Tuesday, 15 Apr:
Yesterday we began the second week of our IT Connect training course, held in Kenya. Thank you for praying for our IT courses and the participants! The training is going well, covering a lot of topics useful to the IT guys who support field offices which make Bible translation possible. The 28 participants in the course are strengthening relationships with each other as they get to know one another better and build friendships. This is an important factor in African culture. The participants attending the course come from a number of countries in central, south, and eastern Africa, representing SIL and Wycliffe partner organizations.
Starting this week we discussed an important topic which often gets overlooked: planning for disasters. In Africa things like lightning, fire, extreme temperatures and unstable power conditions are common threats to IT services. Also civil unrest is quite common in some countries where translation and language development is taking place. When all expatriate staff have to evacuate from a country, leaving only the national translators there to continue the work, what happens to the support for computer systems, power, and Internet connectivity?
These things don’t just run on their own without ongoing maintenance and tuning from the IT staff. So it is very important to make sure that planning is done ahead of time to be prepared for such situations. This is part of why we are conducting this training, and as you can see from the photos a good number of the participants are nationals, working in their own countries. These guys won’t be the ones evacuating, but will still be there to provide IT services to the translators, making the work more sustainable even in times of unrest.
Over the weekend I completed the development of a course on Cloud Computing which I taught this afternoon. While the use of the “cloud” - Internet services where data can be stored and accessed - might not be practical in Africa today in many situations, we know that it will become more possible as better Internet access becomes available. So my goal is to educate the IT guys about what is happening, so that when the people they support come to them asking for a cloud solution, they will know how to provide good advice and avoid some of the common pitfalls.
Our Internet access at the center where our training is taking place is not much better than last week, and is still unstable, but since I have been using a prepaid cellular data service through my Smartphone, I have been able to get to what I need online and it is working quite well. Krista and I have even been able to connect with each other using video to say hello, which makes it feel like I am closer to home. Today I even was able to participate in a video conference with my coworkers in the USA for a project status meeting, and the technology worked perfectly!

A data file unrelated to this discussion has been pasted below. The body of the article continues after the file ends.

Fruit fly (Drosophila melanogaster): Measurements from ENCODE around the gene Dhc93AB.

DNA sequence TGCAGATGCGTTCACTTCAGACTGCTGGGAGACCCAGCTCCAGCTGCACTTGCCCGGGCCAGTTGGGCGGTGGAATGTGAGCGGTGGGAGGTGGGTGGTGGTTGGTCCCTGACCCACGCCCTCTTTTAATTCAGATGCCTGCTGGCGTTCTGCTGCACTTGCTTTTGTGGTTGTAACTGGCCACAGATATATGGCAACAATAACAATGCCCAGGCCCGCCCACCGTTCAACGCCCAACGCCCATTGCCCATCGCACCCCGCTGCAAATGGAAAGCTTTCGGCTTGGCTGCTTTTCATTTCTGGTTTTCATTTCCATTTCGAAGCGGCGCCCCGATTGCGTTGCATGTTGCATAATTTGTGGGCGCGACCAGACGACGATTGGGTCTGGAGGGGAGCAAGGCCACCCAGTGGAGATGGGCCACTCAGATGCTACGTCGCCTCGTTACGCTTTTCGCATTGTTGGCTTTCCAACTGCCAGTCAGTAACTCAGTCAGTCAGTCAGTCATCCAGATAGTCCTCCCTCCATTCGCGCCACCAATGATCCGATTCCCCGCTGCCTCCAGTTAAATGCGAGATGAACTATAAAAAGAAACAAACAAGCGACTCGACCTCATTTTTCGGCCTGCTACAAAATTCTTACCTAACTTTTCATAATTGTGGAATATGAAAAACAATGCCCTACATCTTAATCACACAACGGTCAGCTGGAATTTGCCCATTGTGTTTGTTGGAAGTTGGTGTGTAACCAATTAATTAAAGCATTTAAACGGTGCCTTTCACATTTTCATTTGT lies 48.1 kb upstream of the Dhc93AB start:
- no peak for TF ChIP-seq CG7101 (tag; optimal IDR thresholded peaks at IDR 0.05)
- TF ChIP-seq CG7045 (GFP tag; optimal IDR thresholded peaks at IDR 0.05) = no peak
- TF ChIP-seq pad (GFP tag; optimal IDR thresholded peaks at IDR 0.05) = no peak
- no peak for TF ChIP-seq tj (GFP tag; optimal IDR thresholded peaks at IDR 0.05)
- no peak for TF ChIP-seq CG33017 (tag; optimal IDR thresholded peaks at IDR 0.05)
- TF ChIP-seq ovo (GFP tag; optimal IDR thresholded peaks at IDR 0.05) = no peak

I am very thankful to have a solution to the problem that was plaguing me last week. Most people will think, “No problem, who needs the Internet?” But when it is critical for me to work, it is actually more important than having a bathroom! (The accomodations are very nice here and we have indoor plumbing by the way.) Thanks again for your continued interest and prayers for this conference!
Below, I uploaded a picture of a cell phone SIM card which I had to cut with scissors to fit into my newer model phone. The newer phones come with "mini" SIM cards, which are smaller than the normal SIM cards which have been used for years. Fortunately it is possible to trim them down on all four sides to make them fit into a mini SIM card phone. That's something I had not done before, and of course if you cut the card wrong you can wreck the card, so it was sort of like doing surgery, being very careful and precise! The card does work fine!
|The original SIM card which was in the phone is the small white one near the bottom, and the new card which I purchased in Africa is the darker color one above it. The small scraps which I cut off are between the SIM cards and the Sharpie pen.|